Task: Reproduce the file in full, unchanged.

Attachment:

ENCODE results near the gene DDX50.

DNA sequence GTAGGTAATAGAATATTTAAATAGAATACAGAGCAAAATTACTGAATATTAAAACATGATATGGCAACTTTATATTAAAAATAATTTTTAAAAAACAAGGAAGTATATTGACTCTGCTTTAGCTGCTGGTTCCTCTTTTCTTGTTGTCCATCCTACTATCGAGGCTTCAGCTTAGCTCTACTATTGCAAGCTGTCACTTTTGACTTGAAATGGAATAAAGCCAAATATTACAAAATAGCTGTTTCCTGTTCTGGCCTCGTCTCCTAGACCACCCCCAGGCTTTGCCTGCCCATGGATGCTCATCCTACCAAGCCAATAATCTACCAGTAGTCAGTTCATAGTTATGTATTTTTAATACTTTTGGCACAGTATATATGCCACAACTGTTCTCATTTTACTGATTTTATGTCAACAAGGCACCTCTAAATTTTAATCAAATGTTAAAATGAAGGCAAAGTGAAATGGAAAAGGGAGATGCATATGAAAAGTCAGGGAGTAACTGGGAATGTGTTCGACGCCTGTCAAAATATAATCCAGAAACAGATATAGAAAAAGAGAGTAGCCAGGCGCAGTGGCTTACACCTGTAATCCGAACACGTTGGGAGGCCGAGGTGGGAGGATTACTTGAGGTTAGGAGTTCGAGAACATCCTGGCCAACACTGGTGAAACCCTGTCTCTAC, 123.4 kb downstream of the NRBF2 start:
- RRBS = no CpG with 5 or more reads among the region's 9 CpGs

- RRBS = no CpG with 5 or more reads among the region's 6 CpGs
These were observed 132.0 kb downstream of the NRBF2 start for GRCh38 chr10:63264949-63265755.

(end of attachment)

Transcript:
ENCODE results near the gene DDX50.

DNA sequence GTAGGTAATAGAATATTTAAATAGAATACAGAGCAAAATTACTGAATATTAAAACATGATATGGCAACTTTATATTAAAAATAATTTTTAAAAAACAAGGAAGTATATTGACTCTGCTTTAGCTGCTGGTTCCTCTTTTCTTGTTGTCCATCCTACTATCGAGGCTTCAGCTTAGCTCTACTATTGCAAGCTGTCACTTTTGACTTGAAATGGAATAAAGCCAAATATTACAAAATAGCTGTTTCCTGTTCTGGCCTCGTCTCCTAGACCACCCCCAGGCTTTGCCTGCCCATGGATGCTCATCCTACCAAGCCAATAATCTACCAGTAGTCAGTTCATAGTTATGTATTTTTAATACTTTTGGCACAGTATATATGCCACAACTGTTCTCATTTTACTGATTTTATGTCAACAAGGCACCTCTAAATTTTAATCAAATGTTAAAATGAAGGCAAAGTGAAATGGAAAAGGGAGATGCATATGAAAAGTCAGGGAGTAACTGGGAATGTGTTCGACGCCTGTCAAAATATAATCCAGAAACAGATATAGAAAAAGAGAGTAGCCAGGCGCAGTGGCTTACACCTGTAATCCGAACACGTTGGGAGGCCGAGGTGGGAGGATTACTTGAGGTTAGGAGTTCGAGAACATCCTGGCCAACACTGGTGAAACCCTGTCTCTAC, 123.4 kb downstream of the NRBF2 start:
- RRBS = no CpG with 5 or more reads among the region's 9 CpGs

- RRBS = no CpG with 5 or more reads among the region's 6 CpGs
These were observed 132.0 kb downstream of the NRBF2 start for GRCh38 chr10:63264949-63265755.